Strategies for Staffing Your Finance Department
So far, 2017 has been a very good year for many businesses in California and nationwide. Key economic indicators — such as GDP growth, manufacturing activity and hiring — are pointing up, and business owners are more optimistic than they have been in over a decade, according to the National Federation of Independent Business Optimism Index. For example, the percentage of owners of small business who plan on capital expenditures in the next one to two quarters is at a level that is the highest since 2006, reports the NFIB.1
In my experience, I have noticed a tendency among many businesses to be financially cautious even in good times. This includes hesitating to hire the staff needed to handle increased levels of business — in particular, in the finance department. Unfortunately, this may lead to problems that can impede the growth and success that a company may be experiencing right now.
Potential Negative Impacts
Failing to adequately staff the finance department even during good times can lead to several negative impacts for a company, including the following:
1. Transaction processing may be slowed down considerably.
2. Close and audit cycles may be dramatically increased.
3. The ability of the finance department to provide timely financial data may suffer.
4. Management may lose confidence in the timeliness of important data, which could result in financial loss for the company.
Understanding where your company is in a growth cycle and knowing when to add staff to reflect this has always been challenging. Many different factors, both qualitative and quantitative, must go into this determination.
In short, though, your finance department needs to be an enabler, not an impediment, to the company’s growth. The finance department can’t do this if they are understaffed due to management taking a conservative approach to hiring, even during good times.
Bringing in a CFO Services Professional
One solution to this problem is to retain a project CFO or part-time CFO from a CFO services firm. Such a high-level financial professional will be able to produce the necessary financial data and analysis to better understand where your company is in terms of an expansion cycle, as well as the tradeoffs and payback of adding more staff. He or she will perform the necessary analysis to insure optimization of your resources.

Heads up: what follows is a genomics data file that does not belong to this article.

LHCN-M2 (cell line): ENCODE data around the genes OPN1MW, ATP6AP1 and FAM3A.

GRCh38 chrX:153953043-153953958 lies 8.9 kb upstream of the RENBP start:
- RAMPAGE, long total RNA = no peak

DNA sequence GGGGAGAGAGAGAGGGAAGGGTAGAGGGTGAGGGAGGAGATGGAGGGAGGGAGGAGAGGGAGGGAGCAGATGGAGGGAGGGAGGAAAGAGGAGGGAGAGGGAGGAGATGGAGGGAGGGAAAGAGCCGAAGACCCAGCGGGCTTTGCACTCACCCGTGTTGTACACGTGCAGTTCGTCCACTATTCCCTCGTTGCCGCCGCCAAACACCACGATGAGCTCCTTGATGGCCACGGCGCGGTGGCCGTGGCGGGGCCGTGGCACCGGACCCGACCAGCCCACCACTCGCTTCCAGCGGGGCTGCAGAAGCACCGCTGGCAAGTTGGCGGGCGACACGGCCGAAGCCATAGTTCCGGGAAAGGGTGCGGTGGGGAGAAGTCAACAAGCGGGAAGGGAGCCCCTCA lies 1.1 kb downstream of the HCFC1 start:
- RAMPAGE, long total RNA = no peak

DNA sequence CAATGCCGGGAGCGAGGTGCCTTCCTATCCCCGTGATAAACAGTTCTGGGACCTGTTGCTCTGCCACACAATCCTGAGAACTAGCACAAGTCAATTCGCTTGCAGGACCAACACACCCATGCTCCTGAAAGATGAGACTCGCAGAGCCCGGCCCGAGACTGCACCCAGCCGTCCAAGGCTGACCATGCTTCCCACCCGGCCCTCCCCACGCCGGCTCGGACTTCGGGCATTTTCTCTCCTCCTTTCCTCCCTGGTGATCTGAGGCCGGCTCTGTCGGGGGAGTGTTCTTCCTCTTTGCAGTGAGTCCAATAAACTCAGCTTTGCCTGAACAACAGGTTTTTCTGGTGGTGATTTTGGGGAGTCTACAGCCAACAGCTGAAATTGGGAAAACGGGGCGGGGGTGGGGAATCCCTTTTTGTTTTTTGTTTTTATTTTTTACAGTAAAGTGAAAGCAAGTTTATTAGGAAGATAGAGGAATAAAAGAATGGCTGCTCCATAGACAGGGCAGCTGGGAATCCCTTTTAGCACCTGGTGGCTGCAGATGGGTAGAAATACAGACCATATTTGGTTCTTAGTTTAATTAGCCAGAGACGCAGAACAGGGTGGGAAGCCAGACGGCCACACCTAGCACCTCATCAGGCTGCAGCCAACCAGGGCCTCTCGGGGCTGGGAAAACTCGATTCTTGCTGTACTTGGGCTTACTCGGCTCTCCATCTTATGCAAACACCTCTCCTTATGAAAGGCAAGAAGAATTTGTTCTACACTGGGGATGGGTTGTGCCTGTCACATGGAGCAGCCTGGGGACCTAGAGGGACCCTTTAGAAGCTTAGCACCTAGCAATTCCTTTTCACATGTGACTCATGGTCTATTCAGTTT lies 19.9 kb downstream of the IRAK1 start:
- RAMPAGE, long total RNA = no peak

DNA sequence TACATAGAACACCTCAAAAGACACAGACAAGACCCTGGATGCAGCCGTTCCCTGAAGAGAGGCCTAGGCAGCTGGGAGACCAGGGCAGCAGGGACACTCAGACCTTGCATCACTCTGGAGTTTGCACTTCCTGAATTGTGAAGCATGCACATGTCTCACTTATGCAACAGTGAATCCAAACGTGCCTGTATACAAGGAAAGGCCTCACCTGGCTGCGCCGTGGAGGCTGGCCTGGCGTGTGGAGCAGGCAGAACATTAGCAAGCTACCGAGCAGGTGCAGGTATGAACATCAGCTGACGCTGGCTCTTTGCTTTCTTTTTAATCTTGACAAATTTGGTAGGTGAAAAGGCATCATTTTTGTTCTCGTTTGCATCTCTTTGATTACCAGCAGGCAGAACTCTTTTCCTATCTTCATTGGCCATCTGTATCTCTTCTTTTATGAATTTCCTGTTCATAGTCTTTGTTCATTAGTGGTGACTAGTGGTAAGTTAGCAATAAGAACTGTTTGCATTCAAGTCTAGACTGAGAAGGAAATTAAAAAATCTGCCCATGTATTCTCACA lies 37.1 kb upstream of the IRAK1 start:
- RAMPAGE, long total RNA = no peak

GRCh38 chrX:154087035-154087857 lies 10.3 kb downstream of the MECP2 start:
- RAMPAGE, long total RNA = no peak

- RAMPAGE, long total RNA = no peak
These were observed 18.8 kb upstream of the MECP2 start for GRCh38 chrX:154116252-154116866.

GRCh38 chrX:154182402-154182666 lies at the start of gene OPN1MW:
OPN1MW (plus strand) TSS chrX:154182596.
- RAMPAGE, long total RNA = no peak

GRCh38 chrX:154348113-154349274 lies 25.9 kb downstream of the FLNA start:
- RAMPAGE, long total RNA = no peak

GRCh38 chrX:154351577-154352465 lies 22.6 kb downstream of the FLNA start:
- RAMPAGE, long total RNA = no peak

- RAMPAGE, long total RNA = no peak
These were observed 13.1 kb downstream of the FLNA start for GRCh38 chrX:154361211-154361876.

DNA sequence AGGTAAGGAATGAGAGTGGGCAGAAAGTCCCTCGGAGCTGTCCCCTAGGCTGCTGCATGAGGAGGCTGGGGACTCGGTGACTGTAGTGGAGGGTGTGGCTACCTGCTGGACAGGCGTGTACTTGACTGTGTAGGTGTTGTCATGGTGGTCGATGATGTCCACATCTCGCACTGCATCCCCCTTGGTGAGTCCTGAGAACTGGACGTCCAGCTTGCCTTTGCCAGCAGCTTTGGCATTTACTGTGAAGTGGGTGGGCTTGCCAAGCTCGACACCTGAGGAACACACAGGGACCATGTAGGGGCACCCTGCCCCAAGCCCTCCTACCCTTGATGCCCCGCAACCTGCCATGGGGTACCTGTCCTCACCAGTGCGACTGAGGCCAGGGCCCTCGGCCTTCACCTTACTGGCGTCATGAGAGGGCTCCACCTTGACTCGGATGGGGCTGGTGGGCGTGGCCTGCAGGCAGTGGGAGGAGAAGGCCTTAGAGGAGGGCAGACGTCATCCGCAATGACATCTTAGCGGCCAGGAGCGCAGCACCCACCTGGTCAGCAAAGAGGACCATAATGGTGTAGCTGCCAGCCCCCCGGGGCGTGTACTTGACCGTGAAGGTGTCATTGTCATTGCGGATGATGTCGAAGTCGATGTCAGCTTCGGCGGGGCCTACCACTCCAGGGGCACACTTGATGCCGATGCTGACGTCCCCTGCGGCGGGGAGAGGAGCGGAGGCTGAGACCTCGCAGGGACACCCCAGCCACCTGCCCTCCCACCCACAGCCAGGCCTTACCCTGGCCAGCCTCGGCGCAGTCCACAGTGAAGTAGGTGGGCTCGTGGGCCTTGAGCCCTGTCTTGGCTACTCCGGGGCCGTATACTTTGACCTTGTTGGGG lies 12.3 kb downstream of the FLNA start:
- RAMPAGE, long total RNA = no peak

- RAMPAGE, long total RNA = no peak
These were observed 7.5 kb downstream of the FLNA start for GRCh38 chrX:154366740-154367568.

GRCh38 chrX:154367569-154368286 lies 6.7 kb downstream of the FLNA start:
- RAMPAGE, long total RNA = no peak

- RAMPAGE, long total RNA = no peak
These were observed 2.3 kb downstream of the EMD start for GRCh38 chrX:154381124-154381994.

A professional CFO will also understand how system utilization can help mitigate any staffing shortages. Getting greater leverage out of your financial and ERP systems, for example, is a great way to build a support staff without assuming the risk of adding more HR costs.
If staffing shortages do occur, a part-time CFO or project CFO will have the ability to make the necessary tradeoffs, thus assuring maximum return on investment to the company. An on-demand CFO can also properly benchmark the finance department and identify bottlenecks that are hindering productivity.
Positive Outcomes for Your Business
Bringing in a former enterprise CFO to help you assess your staffing needs can result in many positive outcomes for your organization, including the following:
§ You will have a proper understanding of where your company is in the current business cycle, along with the resources you need to operate effectively.
§ You will be assured that your financial systems are optimized and scalable.
§ Bottlenecks that are inhibiting productivity will be identified and eliminated.
§ The added costs will be structured in such a way as to minimize downside risk while concurrently supporting your growing business.
Even in good times, there is sometimes a tendency among many businesses to be financially cautious — including hesitating to hire the finance staff needed to handle increased levels of business. Failing to adequately staff the finance department even during good times can lead to many negative impacts for a company, including slower transaction processing and increased close and audit cycles. Hiring a project CFO or part-time CFO can help you address your staffing needs, giving you a proper understanding of where your company is in the current business cycle and the resources you need to operate effectively.
1 Small Business Optimism Holds its Altitude in August; August 2017 Report: Small Business Optimism Index; National Federation of